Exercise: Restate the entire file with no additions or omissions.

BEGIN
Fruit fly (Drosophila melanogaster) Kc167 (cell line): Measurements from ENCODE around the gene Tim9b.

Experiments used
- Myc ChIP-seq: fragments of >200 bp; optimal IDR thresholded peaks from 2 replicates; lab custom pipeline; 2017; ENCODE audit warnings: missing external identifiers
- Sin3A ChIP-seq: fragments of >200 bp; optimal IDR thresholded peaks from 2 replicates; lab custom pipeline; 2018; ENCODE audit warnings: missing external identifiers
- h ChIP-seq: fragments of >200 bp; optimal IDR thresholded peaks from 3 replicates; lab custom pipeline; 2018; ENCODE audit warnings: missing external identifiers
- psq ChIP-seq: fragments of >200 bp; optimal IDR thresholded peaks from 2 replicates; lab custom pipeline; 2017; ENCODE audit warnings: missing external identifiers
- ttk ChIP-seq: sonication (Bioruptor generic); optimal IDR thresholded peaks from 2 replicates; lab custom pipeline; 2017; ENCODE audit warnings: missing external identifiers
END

Fruit fly (Drosophila melanogaster) Kc167 (cell line): Measurements from ENCODE around the gene Tim9b.

Experiments used
- Myc ChIP-seq: fragments of >200 bp; optimal IDR thresholded peaks from 2 replicates; lab custom pipeline; 2017; ENCODE audit warnings: missing external identifiers
- Sin3A ChIP-seq: fragments of >200 bp; optimal IDR thresholded peaks from 2 replicates; lab custom pipeline; 2018; ENCODE audit warnings: missing external identifiers
- h ChIP-seq: fragments of >200 bp; optimal IDR thresholded peaks from 3 replicates; lab custom pipeline; 2018; ENCODE audit warnings: missing external identifiers
- psq ChIP-seq: fragments of >200 bp; optimal IDR thresholded peaks from 2 replicates; lab custom pipeline; 2017; ENCODE audit warnings: missing external identifiers
- ttk ChIP-seq: sonication (Bioruptor generic); optimal IDR thresholded peaks from 2 replicates; lab custom pipeline; 2017; ENCODE audit warnings: missing external identifiers